U.S. Rep. Corrine Brown of Florida and her chief of staff have been charged with multiple fraud and other federal offenses in a grand jury indictment unsealed Friday after a federal investigation into a fraudulent charity with ties to the congresswoman.
Brown, a 69-year-old Democrat, was to appear later Friday in Jacksonville federal court on charges of mail and wire fraud, conspiracy, obstruction and filing of false tax returns. She has represented a Jacksonville-based congressional district since 1993 — one of the first three African-Americans elected to Congress from Florida since Reconstruction— and is seeking re-election in a newly redrawn district.
The indictment comes after an investigation into the charity One Door for Education Foundation Inc., which federal prosecutors say was purported to give scholarships to poor students but instead filled the coffers of Brown and her associates.
Also charged in the 24-count indictment was Elias “Ronnie” Simmons, 50, of Laurel, Maryland, who has served as Brown’s chief of staff since 1993.
Earlier this year, One Door President Carla Wiley pleaded guilty to one count of conspiracy to commit wire fraud after it was determined that she had deposited $800,000 into the foundation’s account over four years. Over that time, federal prosecutors say the foundation gave one scholarship for $1,000 and $200 to an unidentified person in Florida, while Wiley transferred herself tens of thousands of dollars.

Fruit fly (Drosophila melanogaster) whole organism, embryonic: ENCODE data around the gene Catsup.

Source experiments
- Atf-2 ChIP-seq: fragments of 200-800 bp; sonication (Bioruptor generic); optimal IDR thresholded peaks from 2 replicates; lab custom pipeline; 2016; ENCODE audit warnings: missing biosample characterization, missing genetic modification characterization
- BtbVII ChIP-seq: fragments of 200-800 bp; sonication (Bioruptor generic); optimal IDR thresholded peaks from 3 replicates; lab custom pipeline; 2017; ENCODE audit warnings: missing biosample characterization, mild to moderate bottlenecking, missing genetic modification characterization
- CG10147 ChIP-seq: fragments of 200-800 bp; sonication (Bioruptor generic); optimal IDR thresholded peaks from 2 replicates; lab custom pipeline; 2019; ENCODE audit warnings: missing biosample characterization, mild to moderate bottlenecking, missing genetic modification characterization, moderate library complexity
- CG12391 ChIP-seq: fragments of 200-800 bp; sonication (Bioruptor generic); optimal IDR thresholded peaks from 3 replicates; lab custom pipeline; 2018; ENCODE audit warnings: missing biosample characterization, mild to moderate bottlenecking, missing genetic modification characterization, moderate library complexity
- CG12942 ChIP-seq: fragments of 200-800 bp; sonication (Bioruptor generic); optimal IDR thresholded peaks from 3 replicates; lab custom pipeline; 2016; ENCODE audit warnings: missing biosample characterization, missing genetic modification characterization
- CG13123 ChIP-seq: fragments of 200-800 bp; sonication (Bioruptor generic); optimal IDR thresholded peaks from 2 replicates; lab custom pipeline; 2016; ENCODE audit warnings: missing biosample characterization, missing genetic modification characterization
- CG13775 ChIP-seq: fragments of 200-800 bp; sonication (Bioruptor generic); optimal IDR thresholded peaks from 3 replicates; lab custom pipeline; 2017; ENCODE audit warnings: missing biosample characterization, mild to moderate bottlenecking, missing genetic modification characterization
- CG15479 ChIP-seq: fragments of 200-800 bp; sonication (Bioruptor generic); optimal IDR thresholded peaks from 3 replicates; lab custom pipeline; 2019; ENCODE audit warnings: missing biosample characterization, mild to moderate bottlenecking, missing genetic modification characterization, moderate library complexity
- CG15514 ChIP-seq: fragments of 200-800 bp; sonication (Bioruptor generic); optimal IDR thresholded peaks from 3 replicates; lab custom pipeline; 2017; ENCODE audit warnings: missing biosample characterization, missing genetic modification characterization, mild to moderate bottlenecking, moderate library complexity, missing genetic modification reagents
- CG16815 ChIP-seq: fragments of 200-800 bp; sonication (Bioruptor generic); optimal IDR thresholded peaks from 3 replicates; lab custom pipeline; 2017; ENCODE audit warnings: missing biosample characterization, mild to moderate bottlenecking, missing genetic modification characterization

“Congresswoman Brown and her chief of staff are alleged to have used the congresswoman’s official position to solicit over $800,000 in donations to a supposed charitable organization, only to use that organization as a personal slush fund,” Assistant U.S. Attorney General Leslie Caldwell, chief of the Justice Department’s criminal division, said in a statement.
“Corruption erodes the public’s trust in our entire system of representative government,” Caldwell added.
The indictment says that Brown, Simmons and Wiley “used the vast majority” of One Door donations for their personal and professional benefit, including tens of thousands of dollars in cash deposits that Simmons made to Brown’s personal bank accounts.